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Wednesday, August 21, 2013

Ask a Teacher: How Can I Help my School?

Emilie over at Teaching Ain't for Heroes addresses how parents can help their school systems at the beginning (and throughout) the year. Thanks, Emilie!


School is about to begin across the US (or has just started depending on where you are). Whether you know it or not, there is a need at your school. One of my most common questions I get as a teacher is what individuals can do to help out at their school or other local schools. Here are some simple ways you can help out and make a difference.

1. Buy a few extra supplies from your supply list.

Every year, there is at least one kid whose parents won't or can't buy their child's school supplies. Often times the teacher either has to pay for these items out of her own pocket or the child has to use secondhand supplies. It might seem minor, but when everyone else is getting out their brand new Crayolas and you're using half-sized store brand crayons, it can be sad for that child. Often stores have a buy one, get one sale going on so close to school anyway, so pick up an extra pack of crayons or extra pencils while you're on your Back to School Target run and give them to the teacher explaining that you bought extra on purpose.

2. Donate old books, magazines or other texts to a local school.

I know you remember cutting stuff out of old magazines in school. Where do you think those magazines came from? Sometimes teachers have subscriptions or doctors offices donate their old periodicals. If you happen to have any old magazines or any old texts, call up a local school and let them know what you have. There is often a place for teachers to look through donated materials that people bring in. You don't even have to be affiliated with the school to do this, so if you have elementary aged children but high school level texts, you can call the high school and drop off the items. The big thing is to let the school know that you are coming.

3. Buy or find some extra school clothes.

If your school has a uniform or dress code, pick up some extra polos or pants the next time you see a sale. This is something I'd encourage you to do throughout the year if you're able to. If your school has no dress code, pick up any generic clothes you can on the cheap. Look through your children's old clothes and see what's still presentable to donate to the school. Remember that not all children are "average" sized and some times even your adult sized clothes can work. As long as the clothes are clean and intact, your donation could mean the world to a kid who has an accident at school or maybe even has come to school in the exact same shirt since the school year began.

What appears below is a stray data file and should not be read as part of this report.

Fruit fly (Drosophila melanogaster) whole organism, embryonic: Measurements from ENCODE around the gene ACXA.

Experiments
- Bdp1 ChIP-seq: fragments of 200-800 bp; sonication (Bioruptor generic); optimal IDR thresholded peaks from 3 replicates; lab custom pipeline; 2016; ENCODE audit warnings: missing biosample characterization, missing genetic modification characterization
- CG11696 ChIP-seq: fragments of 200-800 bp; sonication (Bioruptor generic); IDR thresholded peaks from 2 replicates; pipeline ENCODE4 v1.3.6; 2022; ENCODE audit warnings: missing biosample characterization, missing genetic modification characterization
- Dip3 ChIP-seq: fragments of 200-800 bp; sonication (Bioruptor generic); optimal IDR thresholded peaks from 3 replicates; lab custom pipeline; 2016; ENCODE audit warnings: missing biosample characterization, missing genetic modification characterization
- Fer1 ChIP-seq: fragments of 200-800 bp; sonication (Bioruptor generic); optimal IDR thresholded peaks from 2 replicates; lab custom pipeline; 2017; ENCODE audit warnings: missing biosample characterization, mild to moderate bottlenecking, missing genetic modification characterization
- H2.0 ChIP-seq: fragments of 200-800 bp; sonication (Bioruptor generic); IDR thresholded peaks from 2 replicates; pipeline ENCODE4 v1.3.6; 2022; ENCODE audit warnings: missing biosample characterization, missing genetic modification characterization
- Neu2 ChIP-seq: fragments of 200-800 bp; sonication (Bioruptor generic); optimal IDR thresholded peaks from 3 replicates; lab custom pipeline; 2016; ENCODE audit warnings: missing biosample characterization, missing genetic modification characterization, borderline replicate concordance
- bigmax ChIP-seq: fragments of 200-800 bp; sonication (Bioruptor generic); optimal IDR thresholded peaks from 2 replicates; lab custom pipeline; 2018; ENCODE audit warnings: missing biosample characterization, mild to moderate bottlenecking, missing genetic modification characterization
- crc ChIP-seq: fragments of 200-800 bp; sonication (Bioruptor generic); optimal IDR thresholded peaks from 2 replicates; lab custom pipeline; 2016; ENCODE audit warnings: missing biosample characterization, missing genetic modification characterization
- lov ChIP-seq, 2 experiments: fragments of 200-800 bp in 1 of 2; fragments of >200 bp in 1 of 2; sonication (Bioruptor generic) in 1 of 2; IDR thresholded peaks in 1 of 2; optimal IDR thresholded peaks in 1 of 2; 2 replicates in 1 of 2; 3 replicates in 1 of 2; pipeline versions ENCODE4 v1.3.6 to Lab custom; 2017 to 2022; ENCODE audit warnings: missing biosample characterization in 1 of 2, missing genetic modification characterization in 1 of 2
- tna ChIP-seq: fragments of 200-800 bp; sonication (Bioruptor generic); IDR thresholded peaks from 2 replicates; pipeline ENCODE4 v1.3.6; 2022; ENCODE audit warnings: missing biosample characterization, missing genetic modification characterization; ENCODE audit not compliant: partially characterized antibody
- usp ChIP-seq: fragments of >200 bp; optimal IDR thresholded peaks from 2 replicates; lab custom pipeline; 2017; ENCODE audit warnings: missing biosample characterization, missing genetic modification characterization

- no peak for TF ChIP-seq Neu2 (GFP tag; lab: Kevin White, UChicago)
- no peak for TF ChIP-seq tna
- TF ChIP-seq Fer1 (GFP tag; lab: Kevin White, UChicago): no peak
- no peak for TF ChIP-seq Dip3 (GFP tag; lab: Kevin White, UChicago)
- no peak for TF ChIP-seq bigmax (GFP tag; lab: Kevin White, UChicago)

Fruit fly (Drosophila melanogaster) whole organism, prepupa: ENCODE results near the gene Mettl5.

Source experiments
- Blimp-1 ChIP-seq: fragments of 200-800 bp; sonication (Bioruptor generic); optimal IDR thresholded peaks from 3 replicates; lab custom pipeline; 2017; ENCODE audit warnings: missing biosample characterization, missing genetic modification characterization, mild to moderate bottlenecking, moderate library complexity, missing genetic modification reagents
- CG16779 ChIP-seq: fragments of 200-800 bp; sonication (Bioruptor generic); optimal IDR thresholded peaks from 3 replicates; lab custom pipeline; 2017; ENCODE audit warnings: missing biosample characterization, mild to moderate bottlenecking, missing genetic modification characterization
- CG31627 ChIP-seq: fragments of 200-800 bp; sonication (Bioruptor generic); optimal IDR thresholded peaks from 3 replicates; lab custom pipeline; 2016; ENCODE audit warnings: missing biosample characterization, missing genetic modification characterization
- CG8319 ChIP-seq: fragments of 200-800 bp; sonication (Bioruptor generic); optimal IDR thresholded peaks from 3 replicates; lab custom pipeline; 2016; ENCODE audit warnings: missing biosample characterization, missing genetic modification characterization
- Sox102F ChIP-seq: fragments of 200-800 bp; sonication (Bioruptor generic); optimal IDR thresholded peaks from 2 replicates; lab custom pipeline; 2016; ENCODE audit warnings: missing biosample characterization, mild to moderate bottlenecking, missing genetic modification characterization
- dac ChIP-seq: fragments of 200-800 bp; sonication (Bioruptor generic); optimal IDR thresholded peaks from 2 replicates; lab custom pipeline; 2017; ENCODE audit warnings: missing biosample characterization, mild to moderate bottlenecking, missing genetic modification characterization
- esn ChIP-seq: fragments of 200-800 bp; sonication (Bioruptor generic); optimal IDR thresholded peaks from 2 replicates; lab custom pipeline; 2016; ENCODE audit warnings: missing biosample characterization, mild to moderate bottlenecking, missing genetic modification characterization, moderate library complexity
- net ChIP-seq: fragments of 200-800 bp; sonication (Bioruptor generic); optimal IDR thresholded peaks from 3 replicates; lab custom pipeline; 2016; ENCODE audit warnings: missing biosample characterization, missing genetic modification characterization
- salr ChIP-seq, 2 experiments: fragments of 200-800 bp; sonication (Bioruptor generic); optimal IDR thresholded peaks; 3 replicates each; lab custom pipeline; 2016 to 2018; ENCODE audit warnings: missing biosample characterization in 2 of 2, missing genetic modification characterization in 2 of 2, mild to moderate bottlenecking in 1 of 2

4. DonorsChoose

So maybe none of those ideas are what you're looking for. If you'd like to just donate money and leave the shopping to someone else. You can search for schools in your area and pick what project you want to donate to after reading about the teacher and her class. I recently submitted a DonorsChoose project (no, I'm not plugging myself, I'm already fully funded!) and I was very pleased with the experience on my end. The teacher first has to pick out resources that are purchased for the teacher, so you don't have to worry about your money being used for any nefarious purposes.

5. Ask the teacher.

If all else fails, ask the teacher what she needs. Maybe there's a student who never has lunch and she could use some shelf stable food to keep in her room to help him out. Maybe a student has had a family emergency and has some specific needs. You'll never know unless you ask!


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